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Head impact accelerations for brain strain-related responses in contact sports: a model-based investigation

Abstract

Both linear \((\mathbf{a}_{\mathrm{lin}})\) and rotational \((\mathbf{a}_{\mathrm{rot}} )\) accelerations contribute to head impacts on the field in contact sports; however, they are often isolated in injury studies. It is critical to evaluate the feasibility of estimating brain responses using isolated instead of full degrees-of-freedom (DOFs) accelerations. In this study, we investigated the sensitivities of regional brain strain-related responses to resultant \(\mathbf{a}_{\mathrm{lin}}\) and \(\mathbf{a}_{\mathrm{rot}}\) as well as the relative contributions of these acceleration components to the responses via random sampling and linear regression using parameterized, triangulated head impacts with kinematic variable values based on on-field measurements. Two independently established and validated finite element models of the human head were employed to evaluate model-consistency and dependency in results: the Dartmouth Head Injury Model and Simulated Injury Monitor. For the majority of the brain, volume-weighted regional peak strain, strain rate, and von Mises stress accumulated from the simulation significantly correlated with the product of the magnitude and duration of \(\mathbf{a}_{\mathrm{rot}}\), or effectively, the rotational velocity, but not to \(\mathbf{a}_{\mathrm{lin}}\). Responses from \(\mathbf{a}_{\mathrm{rot}}\)-only were comparable to the full-DOF counterparts especially when normalized by injury-causing thresholds (e.g., volume fractions of large differences virtually diminished (i.e., \(<\)1 %) at typical difference percentage levels of 1–4 % on average). These model-consistent results support the inclusion of both rotational acceleration magnitude and duration into kinematics-based injury metrics and demonstrate the feasibility of estimating strain-related responses from isolated \(\mathbf{a}_{\mathrm{rot}}\) for analyses of strain-induced injury relevant to contact sports without significant loss of accuracy, especially for the cerebrum.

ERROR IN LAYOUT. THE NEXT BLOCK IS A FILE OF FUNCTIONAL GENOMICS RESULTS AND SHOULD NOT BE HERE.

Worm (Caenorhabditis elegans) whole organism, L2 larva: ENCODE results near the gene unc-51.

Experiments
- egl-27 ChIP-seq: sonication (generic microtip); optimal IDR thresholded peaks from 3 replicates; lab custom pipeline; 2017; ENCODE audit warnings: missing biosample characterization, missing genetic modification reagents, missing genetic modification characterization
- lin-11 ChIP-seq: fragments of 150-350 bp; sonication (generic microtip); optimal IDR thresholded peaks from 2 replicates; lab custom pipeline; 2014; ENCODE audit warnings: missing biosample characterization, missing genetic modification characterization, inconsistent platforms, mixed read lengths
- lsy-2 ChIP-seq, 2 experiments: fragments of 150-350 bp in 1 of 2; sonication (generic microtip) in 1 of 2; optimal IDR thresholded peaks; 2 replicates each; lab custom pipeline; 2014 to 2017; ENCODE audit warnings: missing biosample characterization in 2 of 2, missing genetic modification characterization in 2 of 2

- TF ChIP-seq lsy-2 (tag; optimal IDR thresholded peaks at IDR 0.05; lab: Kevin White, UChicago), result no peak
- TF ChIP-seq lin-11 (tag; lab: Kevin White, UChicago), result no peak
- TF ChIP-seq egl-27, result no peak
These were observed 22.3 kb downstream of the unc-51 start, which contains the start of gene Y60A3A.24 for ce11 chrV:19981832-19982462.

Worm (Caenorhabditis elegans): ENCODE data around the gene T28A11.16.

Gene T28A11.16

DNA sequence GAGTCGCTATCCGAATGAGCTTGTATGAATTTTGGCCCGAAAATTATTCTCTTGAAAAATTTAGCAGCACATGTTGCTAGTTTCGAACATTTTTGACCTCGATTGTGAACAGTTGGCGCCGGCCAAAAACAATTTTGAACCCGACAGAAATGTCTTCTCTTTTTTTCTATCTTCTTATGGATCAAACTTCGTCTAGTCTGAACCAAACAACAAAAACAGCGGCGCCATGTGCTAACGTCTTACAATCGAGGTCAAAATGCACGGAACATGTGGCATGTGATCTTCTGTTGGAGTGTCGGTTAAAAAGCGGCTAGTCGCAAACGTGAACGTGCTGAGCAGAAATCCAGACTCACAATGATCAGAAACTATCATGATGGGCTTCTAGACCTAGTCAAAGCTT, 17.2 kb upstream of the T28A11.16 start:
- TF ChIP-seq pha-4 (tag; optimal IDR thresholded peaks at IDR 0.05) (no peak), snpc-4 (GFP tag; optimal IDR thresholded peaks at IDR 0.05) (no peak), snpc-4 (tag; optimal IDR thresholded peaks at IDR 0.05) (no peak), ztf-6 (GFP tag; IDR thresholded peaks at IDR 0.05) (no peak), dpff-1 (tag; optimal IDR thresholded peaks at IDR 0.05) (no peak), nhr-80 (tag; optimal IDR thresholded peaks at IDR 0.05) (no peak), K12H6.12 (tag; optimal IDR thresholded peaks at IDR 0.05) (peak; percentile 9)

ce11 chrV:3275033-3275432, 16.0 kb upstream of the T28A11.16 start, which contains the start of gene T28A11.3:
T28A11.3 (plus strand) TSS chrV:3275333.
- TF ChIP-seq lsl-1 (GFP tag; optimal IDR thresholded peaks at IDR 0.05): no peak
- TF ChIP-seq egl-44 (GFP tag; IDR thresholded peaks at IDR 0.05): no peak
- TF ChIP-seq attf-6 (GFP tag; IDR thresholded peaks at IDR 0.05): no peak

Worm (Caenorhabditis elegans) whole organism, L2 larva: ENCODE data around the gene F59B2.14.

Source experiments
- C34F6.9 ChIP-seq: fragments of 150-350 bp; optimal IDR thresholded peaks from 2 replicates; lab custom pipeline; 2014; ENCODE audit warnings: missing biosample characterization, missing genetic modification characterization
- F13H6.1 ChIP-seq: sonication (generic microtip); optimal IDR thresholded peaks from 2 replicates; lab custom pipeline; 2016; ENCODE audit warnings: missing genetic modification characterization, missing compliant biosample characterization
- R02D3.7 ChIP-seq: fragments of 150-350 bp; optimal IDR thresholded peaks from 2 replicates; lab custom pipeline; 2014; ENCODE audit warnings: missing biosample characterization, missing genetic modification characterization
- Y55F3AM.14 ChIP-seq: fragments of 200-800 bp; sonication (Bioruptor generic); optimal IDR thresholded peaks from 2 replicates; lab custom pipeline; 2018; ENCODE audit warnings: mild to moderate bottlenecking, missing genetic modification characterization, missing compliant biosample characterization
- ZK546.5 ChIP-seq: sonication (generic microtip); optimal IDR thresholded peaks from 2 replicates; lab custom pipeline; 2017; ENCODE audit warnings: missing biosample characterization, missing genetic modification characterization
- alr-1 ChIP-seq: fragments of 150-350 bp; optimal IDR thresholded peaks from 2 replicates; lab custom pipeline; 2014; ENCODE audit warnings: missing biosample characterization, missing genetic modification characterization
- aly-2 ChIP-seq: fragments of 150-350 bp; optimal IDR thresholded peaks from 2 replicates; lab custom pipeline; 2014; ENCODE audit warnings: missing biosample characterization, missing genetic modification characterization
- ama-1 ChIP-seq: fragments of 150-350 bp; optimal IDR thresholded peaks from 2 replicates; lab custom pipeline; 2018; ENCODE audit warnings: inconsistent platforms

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Acknowledgments

This work was sponsored, in part, by the NIH Grant R21 NS078607. The authors would like to thank Dr. Keith D. Paulsen from Thayer School of Engineering, Dartmouth College, Hanover, NH, USA, and Dr. Richard M. Greenwald, Mr. Jonathan G. Beckwith, and Dr. Richard P. Bolander from Simbex, LLC, Lebanon, NH, USA, for their helpful comments on this manuscript.

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Correspondence to Songbai Ji.

Appendix: Description of the Dartmouth Head Injury Model (DHIM) and its validation

Appendix: Description of the Dartmouth Head Injury Model (DHIM) and its validation